Stock valuation is the technique of using predetermined formulas that includes different economic indicators to calculate theoretical values of companies and their stocks. There are several ways to calculate stock valuation but the chosen method must be executed accurately so that the price of the stock can be properly valued.
Finding a Method for You
If it is an investor’s first time in trying to value a stock, they might find it overwhelming to find out the amount of valuation techniques available. There are pretty straightforward ones like the comparable method and there are more complicated ones like the discounted cash flow and residual income models.
However, it is an unfortunate fact that no one method can be suited for every situation as each stock differs from one another.
The methods for stock valuation falls into two categories: Absolute valuation models and relative valuation models.
Absolute Valuation Models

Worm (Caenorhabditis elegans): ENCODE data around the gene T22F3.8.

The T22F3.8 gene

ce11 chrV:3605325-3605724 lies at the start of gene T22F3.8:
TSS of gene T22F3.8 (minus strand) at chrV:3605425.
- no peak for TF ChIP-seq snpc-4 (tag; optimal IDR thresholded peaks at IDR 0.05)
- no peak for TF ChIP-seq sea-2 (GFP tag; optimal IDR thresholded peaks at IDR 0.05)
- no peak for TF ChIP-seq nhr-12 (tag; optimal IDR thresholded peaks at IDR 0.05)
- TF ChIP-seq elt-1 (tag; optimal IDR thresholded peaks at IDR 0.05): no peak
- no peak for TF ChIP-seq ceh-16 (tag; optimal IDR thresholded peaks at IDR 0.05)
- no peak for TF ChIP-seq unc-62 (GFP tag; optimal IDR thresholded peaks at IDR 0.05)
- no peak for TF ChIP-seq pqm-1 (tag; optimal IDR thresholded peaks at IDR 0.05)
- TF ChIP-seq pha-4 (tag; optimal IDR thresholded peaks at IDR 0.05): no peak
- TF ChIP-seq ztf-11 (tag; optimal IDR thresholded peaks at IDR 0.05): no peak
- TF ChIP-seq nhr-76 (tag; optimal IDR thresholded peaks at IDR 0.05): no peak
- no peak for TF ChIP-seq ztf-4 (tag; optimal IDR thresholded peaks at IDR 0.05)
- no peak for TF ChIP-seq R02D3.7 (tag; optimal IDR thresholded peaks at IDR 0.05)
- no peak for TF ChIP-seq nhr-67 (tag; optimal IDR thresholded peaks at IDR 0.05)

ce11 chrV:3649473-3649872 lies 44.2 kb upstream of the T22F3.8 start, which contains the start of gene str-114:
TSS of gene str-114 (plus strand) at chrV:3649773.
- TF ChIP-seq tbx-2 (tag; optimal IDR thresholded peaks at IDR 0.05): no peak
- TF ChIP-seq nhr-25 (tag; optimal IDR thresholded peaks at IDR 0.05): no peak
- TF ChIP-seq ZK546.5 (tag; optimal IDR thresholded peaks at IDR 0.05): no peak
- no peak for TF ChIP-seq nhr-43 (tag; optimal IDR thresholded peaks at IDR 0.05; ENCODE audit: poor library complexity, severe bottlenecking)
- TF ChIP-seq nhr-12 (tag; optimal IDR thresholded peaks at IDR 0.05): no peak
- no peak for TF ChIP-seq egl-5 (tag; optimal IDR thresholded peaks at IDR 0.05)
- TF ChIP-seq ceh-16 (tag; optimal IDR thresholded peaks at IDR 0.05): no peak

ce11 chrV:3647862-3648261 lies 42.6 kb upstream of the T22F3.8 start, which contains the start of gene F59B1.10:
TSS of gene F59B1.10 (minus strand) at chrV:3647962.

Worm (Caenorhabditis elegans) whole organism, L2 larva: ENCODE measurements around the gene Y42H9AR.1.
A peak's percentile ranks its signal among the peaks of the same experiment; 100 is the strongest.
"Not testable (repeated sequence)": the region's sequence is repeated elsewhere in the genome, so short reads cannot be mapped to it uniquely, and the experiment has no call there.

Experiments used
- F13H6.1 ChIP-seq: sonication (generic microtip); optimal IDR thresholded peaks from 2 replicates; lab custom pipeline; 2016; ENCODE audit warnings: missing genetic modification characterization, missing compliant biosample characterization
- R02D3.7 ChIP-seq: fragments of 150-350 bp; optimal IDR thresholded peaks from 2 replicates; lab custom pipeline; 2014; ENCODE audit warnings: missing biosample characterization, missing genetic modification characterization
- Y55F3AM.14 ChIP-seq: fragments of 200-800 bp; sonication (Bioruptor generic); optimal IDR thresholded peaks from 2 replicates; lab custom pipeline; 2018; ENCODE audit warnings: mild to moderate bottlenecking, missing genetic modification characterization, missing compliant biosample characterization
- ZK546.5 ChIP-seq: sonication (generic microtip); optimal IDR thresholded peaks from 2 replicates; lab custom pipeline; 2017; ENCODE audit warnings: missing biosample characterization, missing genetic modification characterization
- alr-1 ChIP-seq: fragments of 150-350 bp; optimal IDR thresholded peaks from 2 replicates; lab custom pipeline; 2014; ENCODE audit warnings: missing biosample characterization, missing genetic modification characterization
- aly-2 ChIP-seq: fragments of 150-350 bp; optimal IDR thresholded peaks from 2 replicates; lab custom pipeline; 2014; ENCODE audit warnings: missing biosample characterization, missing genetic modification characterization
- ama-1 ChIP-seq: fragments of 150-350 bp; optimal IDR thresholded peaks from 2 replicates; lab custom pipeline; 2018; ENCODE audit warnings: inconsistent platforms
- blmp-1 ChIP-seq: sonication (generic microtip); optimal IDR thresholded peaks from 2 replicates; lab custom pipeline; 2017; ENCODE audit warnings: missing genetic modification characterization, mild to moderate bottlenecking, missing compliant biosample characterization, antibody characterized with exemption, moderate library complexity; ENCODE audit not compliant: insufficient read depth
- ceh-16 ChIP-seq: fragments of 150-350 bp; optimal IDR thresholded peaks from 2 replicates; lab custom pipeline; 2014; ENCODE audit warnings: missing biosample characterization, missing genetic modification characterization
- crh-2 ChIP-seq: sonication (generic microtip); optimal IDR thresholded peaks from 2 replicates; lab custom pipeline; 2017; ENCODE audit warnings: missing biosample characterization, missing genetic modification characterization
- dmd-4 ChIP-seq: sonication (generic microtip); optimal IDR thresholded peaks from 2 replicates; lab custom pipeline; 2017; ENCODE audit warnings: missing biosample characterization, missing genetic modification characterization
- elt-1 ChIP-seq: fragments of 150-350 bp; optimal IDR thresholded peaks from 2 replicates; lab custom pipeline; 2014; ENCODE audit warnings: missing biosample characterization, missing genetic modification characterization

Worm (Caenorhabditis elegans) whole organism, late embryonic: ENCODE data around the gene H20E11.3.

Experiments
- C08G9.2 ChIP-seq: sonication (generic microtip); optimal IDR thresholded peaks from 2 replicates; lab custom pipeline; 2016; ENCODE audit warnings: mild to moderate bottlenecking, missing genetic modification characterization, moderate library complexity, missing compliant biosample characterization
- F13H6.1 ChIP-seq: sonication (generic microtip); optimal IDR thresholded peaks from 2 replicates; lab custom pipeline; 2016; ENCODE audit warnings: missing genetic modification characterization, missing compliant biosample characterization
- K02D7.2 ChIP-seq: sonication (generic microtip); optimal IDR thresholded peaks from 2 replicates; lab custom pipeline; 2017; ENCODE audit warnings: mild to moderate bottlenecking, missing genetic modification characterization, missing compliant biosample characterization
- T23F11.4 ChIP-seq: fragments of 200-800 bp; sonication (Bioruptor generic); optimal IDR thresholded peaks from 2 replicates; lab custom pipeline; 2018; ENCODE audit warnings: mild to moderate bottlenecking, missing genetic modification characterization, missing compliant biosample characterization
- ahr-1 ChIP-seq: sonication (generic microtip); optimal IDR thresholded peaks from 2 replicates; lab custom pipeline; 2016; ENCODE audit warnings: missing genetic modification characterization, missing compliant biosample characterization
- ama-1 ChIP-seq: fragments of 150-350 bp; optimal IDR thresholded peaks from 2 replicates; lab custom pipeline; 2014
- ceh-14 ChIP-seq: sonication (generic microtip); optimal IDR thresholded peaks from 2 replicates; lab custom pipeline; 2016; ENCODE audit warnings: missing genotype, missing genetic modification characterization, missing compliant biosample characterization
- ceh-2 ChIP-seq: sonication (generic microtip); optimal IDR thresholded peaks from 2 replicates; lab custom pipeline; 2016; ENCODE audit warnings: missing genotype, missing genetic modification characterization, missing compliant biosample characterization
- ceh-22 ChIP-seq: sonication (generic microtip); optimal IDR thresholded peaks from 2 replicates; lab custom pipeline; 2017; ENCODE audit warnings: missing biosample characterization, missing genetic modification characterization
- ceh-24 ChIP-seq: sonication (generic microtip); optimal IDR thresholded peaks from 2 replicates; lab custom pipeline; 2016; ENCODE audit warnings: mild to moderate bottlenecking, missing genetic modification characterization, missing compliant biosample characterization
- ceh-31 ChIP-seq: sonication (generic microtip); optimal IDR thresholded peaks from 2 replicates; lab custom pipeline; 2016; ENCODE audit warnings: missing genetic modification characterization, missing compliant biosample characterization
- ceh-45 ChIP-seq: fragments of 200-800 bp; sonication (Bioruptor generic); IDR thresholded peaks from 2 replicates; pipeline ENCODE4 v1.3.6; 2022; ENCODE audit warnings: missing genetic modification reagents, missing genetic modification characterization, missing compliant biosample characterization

This focuses on the true value of an investment based solely on the fundamentals. The valuation methods that fall into this category are dividend discount mode and discounted cash flow model.
Relative Valuation Models
This method works by comparing one company to companies of the same type, this is the opposite of the absolute valuation mode. This method involves calculating rations like the price-to-earnings multiple.
This method is favored by most analysts because they find it to be simpler and more efficient to do.
Dividend Discount Model
This method uses the dividends companies pay its shareholders to calculate the value of a firm. Dividends signify the current value of the cash flow that goes to the shareholder, in this way, analysts can figure out how much the shares should be worth.
Discounted Cash Flow Model
This method applies to companies that either don’t pay a dividend or have an irregular dividend pattern. This method uses the discounted future cash flow of the company to value the business.
If for some reason you find any of the methods above unsuitable for use, the Comparable Method should be considered. This method compares stock price multiples to determine if a stock is under or overvalued unlike the previous methods that attempts to figure out the true value of the stock.